Happy August! As you enjoy the final month of summer vacation, and perhaps do a little watering, stop to look around. Hopefully, you are seeing Monarch butterflies – we are entering peak abundance time and should take note of where we see them and especially, why…
Milkweed, Monarchs, and Maine
As you hopefully know, we welcome the remaining butterflies from the third generation of the year here in Maine each mid- to late-summer, ideally coinciding with the blooming of our three native species of milkweed. These butterflies will look for nectar (any flower will do), mates, and places to lay eggs on a milkweed plant. Those eggs will hatch, the caterpillars will eat milkweed leaves and grow for two weeks, then climb off to find a place to pupate (make a chrysalis). Once they find a sturdy leaf or overhang, they hang upside-down and molt into a chrysalis. Two weeks later, adult Monarch butterflies emerge to stiffen their wings and start migrating to Mexico. This is all happening in backyards, gardens, parks and fields around us right now!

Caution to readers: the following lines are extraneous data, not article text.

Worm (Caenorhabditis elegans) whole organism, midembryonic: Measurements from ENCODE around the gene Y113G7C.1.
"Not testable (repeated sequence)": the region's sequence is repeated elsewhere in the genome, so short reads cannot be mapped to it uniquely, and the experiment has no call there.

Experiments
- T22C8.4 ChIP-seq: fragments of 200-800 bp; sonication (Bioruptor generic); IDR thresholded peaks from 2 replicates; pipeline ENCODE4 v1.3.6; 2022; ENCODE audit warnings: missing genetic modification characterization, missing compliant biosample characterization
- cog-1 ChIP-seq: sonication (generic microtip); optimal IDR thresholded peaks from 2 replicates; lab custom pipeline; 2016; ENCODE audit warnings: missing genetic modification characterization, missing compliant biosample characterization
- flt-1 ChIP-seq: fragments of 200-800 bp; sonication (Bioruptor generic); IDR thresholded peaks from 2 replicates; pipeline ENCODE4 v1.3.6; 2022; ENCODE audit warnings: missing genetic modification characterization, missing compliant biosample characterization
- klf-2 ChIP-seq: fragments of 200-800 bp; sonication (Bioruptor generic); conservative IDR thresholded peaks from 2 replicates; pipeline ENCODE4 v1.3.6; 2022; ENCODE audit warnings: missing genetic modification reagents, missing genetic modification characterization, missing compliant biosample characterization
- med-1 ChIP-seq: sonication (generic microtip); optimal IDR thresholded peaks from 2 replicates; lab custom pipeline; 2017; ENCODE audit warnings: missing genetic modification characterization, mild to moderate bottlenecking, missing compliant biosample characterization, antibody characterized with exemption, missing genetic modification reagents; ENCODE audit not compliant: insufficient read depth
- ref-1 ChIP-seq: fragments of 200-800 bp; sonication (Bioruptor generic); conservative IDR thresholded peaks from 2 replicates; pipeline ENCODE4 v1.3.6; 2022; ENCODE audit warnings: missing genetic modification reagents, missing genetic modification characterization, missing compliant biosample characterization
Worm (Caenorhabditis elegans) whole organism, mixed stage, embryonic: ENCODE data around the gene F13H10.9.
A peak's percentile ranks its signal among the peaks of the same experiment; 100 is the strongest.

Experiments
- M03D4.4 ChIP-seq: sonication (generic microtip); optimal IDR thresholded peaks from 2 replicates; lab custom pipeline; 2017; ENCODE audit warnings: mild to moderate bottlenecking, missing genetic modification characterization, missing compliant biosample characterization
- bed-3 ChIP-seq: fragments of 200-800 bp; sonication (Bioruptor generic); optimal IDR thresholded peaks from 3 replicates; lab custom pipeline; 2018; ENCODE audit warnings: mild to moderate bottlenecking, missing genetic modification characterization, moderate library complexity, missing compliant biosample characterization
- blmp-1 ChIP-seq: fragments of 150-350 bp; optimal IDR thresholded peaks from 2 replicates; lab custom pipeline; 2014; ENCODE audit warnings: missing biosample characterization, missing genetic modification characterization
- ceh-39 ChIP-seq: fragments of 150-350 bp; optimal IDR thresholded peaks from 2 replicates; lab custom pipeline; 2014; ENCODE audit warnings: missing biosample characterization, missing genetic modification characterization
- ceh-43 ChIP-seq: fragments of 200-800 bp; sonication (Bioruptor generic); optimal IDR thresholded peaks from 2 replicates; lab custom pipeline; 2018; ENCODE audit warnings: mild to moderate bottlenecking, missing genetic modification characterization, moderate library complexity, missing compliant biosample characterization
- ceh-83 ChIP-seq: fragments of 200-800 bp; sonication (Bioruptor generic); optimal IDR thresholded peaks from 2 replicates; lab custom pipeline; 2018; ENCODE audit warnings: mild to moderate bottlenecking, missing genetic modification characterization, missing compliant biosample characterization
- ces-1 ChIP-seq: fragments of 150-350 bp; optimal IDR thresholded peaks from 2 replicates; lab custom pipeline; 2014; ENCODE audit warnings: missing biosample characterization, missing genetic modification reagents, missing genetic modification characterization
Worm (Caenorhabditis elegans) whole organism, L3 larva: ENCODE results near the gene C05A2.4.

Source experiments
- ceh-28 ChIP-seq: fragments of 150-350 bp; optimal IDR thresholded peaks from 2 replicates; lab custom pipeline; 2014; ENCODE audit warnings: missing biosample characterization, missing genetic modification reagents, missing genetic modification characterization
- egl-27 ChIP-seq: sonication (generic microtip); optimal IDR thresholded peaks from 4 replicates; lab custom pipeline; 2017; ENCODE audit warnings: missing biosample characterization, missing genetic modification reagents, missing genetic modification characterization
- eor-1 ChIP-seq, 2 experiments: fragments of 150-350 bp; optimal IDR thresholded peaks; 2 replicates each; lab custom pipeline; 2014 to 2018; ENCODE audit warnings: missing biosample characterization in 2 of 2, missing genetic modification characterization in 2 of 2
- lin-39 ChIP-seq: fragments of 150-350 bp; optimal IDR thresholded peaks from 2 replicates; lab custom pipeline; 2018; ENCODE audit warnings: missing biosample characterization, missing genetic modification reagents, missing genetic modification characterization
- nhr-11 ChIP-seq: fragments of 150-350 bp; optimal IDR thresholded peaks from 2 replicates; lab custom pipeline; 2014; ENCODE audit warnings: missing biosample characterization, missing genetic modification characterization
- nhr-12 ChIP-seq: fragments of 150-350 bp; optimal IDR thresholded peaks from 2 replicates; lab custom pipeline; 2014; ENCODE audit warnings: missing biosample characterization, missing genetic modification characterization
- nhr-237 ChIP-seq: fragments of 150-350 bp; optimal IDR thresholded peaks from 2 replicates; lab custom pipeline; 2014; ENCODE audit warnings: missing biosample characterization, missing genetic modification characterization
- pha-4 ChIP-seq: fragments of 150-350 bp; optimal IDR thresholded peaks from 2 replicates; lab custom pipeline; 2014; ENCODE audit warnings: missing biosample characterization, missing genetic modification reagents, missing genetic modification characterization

Maine Audubon has seed-grown Swamp milkweed and Butterflyweed, as well as numerous other nectar plants adult Monarchs love, for sale at the Gilsland Farm Nature Store. Some of our milkweed plants even have caterpillars on them!
What you can do at home
Two words for August: pay attention. Blooming is the easiest time to ID your plants and see who visits them. Check out this video of a Snowberry Clearwing Moth (one of two species of “Hummingbird Moths” that occur in Maine) nectaring on Monarda fistulosa bought from Maine Audubon and growing in Portland.
We’d love to hear about seedlings you took home from our various Native Plants Sales this spring and summer. Are they growing? Did they attract anything interesting? Let us know! You can also go a step farther and start your own iNaturalist inventory project.